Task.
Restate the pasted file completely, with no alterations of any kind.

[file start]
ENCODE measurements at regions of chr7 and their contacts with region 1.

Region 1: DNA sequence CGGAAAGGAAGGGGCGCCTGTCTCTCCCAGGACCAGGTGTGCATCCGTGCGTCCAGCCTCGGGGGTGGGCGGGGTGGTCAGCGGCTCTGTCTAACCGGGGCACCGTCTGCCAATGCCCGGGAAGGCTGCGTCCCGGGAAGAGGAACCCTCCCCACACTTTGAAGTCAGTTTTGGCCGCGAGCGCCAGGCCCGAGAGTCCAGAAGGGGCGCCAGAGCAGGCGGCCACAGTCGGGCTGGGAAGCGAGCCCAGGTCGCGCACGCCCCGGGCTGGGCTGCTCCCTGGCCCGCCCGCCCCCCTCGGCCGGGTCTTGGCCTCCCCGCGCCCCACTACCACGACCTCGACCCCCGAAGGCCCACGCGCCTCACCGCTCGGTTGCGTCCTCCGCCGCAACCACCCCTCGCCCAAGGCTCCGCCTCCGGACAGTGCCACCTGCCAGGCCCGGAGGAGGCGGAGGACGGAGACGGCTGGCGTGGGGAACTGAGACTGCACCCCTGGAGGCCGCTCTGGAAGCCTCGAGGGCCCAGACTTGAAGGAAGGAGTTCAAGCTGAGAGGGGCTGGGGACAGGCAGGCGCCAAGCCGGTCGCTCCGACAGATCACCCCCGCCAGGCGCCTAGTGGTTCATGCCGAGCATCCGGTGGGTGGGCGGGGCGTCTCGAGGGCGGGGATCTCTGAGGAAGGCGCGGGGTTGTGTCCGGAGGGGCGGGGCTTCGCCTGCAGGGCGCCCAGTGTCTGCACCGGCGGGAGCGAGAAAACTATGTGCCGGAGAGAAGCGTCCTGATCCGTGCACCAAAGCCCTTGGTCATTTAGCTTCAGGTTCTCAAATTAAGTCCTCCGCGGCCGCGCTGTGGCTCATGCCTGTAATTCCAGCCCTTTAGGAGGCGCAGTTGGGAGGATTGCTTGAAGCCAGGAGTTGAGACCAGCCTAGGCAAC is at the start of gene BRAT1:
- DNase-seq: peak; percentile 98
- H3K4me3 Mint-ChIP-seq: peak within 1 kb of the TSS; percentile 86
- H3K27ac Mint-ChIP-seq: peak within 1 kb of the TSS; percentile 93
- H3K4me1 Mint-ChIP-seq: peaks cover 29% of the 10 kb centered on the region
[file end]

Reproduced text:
ENCODE measurements at regions of chr7 and their contacts with region 1.

Region 1: DNA sequence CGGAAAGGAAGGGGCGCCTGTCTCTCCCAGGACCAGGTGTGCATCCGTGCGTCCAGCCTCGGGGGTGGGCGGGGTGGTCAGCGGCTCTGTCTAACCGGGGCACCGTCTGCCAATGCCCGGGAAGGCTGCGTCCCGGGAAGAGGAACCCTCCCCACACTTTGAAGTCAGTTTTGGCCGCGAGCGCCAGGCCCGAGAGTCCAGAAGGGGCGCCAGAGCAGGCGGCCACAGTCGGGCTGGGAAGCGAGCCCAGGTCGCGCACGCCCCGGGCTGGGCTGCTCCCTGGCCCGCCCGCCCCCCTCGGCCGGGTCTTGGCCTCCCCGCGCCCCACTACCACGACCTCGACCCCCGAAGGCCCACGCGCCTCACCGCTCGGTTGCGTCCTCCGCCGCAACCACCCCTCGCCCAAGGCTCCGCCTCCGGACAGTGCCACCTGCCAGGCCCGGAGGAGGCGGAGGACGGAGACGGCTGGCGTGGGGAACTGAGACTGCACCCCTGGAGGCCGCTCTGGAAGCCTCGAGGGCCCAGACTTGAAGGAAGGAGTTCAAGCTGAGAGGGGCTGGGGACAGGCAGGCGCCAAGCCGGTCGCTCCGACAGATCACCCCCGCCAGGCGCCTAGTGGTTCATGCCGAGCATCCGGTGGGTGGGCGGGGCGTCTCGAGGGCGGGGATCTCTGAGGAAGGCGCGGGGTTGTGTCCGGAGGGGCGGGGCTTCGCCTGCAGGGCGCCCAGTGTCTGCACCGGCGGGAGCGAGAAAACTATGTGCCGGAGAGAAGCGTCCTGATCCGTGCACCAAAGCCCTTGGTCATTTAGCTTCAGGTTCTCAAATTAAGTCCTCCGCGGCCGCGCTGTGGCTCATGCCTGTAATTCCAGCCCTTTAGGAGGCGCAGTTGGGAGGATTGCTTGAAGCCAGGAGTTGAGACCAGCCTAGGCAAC is at the start of gene BRAT1:
- DNase-seq: peak; percentile 98
- H3K4me3 Mint-ChIP-seq: peak within 1 kb of the TSS; percentile 86
- H3K27ac Mint-ChIP-seq: peak within 1 kb of the TSS; percentile 93
- H3K4me1 Mint-ChIP-seq: peaks cover 29% of the 10 kb centered on the region